Some obvious starting points are the public library, major trade journals and the Web sites of competing companies. She said another helpful tool is a free Web site called CEO Express (, which offers a wealth of business-related information under one user-friendly Internet umbrella.

But intelligence gleaned from employees can be even more useful than computers. Some companies have spaces on their travel expense forms for workers to jot down tips they heard about competitors while in the field. They don't get reimbursed until the space is filled.

Other companies have set up special E-mail accounts or voice mailboxes to accept employee tips about competitors.

Still others are engaging in what experts call "quarterbacking," bringing groups of workers together for "huddles" where intelligence is shared.

Ms. Reen has also worked with Laser Photonics Technology, an Amherst company with 10 employees that is developing high-tech products that apply cutting-edge laser technology. One objective was to learn more about foreign companies that could eventually become business allies.

Ms. Reen said amassing this kind of information sometimes means searching dozens of sources. "People are always looking for the Holy Grail when it comes to information sources, but there's no one tool that will give you everything you need," said Ms. Reen. "It's more like putting together the pieces of a jigsaw puzzle."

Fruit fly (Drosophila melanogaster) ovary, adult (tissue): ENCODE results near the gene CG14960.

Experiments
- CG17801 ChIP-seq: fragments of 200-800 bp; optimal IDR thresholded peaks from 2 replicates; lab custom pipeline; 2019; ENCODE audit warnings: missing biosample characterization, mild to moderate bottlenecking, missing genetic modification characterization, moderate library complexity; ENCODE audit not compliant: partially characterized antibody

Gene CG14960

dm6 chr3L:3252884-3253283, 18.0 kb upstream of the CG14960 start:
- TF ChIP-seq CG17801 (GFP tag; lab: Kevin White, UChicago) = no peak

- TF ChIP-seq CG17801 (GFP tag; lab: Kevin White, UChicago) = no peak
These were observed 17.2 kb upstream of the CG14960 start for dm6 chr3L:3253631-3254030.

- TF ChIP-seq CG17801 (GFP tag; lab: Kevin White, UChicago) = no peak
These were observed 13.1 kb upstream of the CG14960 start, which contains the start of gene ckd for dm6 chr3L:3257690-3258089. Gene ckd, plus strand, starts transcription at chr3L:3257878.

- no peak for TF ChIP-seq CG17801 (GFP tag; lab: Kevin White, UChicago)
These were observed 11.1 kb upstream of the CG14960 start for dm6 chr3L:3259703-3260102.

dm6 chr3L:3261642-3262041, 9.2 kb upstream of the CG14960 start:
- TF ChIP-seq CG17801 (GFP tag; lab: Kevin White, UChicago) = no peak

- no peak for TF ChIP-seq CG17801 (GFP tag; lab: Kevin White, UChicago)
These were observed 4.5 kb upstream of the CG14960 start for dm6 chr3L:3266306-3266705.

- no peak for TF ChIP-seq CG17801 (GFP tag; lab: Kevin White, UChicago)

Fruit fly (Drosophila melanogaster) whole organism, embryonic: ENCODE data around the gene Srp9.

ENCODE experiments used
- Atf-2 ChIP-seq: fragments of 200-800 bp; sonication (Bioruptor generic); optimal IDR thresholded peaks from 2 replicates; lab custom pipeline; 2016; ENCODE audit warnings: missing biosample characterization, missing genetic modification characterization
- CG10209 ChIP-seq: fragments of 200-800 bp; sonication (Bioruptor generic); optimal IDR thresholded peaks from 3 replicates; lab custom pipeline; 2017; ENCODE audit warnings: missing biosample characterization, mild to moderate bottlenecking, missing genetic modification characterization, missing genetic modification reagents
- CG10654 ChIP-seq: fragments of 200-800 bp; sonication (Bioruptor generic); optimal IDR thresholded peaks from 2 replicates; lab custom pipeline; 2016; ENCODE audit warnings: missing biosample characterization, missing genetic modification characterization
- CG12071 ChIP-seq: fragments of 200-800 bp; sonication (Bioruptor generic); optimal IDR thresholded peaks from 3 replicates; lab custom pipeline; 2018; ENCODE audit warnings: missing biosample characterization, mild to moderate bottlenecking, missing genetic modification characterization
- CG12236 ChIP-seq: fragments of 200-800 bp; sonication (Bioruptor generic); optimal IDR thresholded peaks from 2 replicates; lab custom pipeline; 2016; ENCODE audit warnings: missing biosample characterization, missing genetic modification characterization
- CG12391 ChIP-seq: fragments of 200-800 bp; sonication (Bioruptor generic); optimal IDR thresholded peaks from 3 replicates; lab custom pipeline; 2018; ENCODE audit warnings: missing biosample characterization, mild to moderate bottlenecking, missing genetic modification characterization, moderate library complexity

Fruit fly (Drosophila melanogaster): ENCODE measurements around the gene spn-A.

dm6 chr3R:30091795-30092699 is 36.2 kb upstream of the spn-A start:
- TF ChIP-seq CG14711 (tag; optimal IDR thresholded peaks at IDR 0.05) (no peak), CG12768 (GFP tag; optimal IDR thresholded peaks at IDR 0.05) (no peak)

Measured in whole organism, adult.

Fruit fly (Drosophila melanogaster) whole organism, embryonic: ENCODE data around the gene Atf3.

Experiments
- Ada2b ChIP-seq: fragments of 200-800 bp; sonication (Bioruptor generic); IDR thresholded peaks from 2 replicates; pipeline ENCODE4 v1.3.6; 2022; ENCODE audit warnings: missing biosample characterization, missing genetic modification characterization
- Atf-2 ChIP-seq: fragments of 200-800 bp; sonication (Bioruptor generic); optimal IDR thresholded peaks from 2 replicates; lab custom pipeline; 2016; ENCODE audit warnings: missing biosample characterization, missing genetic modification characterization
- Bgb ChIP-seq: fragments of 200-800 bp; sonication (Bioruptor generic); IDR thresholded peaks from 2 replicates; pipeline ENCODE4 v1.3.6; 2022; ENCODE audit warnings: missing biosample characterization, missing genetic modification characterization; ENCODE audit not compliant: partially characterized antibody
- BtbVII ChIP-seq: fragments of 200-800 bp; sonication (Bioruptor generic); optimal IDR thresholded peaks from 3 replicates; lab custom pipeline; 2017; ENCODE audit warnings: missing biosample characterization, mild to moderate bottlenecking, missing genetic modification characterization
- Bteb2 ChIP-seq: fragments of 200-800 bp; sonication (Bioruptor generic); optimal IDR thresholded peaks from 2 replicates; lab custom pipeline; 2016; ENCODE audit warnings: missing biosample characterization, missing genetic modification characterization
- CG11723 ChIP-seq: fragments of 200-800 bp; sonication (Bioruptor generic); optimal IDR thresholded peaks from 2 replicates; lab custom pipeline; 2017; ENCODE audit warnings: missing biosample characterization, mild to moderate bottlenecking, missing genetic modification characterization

Ms. Reen said she is among a dozen or so people in the area who belong to the Society of Competitive Intelligence Professionals. The not-for-profit group is based in Virginia and has more than 6,000 members in 44 countries. She also consults businesses on "counterintelligence strategies -- helping businesses to protect their trade secrets or successful strategies. The TDC will sponsor a forum on counterintelligence on Dec. 8.

Locally, about 20 managers from several larger companies have formed the Buffalo Business Intelligence Special Interest Group. They meet every other month to share information and discuss business intelligence plans.